A team of researchers led by Harvard Professor Avi Loeb has collected 50 microscopic particles spherules from the ocean floor. It is believed that these are the remains of an interstellar object that crashed into Earth’s atmosphere in 2014. The team hopes that the particles, which weigh only 35mg in total, will provide evidence of an alien civilisation.
The team travelled to the coast of Papua New Guinea, where they used magnets to extract the microscopic dust-like spherules from the sediment. They followed the trajectory of the object, which Loeb had witnessed as a “runaway fireball” that exploded and fell into the Pacific Ocean.
Loeb said that the object, which has been labelled as “IM1”, was unlike any other space rock that NASA had studied. He said that it had a higher speed and material strength, suggesting that it came from a different natural environment or an extraterrestrial technology.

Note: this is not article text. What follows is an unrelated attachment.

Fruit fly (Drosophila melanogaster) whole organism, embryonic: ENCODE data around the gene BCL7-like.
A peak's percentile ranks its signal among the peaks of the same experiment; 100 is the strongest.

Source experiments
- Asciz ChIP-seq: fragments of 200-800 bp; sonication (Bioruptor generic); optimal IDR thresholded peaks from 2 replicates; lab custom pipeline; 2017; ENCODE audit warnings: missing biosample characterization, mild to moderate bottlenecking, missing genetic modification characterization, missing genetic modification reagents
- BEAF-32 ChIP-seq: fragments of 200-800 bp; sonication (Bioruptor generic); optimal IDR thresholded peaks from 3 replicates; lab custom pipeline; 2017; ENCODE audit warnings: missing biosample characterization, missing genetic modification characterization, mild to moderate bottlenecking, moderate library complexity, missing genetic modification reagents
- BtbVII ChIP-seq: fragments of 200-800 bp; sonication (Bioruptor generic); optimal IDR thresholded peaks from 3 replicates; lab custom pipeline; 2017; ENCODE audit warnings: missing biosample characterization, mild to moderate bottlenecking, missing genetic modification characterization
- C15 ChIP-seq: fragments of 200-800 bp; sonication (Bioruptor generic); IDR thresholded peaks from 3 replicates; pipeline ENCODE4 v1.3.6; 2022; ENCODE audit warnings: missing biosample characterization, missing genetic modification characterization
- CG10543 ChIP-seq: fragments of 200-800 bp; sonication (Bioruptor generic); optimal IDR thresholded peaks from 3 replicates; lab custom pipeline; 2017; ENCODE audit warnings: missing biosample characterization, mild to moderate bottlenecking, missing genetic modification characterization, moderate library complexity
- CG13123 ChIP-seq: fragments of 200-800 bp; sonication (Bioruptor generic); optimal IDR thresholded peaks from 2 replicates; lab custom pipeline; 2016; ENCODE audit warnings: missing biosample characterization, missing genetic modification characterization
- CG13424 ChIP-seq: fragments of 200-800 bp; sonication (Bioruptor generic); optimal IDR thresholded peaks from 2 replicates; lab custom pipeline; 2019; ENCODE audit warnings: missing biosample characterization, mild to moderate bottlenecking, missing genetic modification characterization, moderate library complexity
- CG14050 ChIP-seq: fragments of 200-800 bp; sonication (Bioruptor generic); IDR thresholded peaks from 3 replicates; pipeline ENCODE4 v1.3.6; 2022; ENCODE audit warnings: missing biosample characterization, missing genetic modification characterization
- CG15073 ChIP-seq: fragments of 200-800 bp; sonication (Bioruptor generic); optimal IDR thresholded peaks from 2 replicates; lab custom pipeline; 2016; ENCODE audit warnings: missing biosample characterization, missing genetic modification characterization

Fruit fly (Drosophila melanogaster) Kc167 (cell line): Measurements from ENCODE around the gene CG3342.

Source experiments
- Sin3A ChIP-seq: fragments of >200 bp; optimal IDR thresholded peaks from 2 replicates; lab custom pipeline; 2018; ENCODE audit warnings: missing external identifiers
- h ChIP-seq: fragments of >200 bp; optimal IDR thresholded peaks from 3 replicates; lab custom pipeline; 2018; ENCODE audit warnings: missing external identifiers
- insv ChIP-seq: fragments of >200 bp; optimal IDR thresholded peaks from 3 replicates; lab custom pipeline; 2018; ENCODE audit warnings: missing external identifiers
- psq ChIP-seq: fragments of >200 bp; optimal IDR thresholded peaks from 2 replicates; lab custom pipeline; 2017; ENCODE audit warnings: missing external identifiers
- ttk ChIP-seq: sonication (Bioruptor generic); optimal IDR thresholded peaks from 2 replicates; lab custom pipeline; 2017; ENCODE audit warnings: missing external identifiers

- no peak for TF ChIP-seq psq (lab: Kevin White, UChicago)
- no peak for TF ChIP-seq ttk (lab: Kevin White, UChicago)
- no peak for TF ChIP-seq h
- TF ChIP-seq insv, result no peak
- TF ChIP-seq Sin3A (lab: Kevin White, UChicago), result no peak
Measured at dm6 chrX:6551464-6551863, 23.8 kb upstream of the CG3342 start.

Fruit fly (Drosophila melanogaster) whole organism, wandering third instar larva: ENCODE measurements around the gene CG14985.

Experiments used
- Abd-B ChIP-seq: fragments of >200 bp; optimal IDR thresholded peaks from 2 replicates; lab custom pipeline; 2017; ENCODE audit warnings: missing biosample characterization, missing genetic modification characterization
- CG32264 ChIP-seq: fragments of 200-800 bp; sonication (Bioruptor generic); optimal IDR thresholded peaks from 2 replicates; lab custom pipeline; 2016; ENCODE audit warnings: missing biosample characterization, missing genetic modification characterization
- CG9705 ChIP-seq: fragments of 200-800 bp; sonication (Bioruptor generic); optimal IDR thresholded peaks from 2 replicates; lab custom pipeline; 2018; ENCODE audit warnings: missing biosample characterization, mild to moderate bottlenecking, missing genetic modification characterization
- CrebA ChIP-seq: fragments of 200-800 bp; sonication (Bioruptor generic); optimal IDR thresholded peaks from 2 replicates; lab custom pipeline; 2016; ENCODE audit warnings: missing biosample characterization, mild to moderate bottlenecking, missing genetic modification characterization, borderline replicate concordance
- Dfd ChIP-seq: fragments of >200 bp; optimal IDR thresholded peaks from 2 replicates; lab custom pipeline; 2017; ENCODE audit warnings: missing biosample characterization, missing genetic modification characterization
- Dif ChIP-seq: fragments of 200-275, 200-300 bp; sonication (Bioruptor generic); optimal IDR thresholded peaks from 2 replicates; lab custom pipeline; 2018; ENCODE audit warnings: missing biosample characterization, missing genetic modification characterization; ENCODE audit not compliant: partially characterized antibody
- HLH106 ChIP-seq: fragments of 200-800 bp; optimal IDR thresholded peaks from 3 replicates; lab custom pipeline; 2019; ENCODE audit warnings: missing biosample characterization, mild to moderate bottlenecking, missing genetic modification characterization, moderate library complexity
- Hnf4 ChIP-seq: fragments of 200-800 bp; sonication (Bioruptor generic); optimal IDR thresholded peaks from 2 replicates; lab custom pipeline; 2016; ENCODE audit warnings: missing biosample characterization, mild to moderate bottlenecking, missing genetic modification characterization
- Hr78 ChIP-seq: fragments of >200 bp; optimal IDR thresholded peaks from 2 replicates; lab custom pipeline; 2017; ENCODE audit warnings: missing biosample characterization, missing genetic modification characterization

The particles they found were “perfectly round” and looked like “molten raindrops” under a microscope, Loeb said. He compared them to blood droplets and said “My daughter asked me if she could put one on a necklace, but I told her, ‘It’s too small to thread.’”
Loeb said that this could be the first time humans have touched interstellar material. He said that it was like receiving a package from a cosmic neighbour. He added that he and his team would analyse the composition of the particles in a lab and publish their data and interpretation in a peer-reviewed journal.
He wrote in one of his 33 essays that he would not respond to the critics, but only show the facts. He said that one cannot argue with facts, only with interpretations.
The discovery of microscopic particles believed to be from an interstellar object offers intriguing possibilities, but further analysis and peer review will be crucial in determining their true nature and potential evidence of an alien civilization.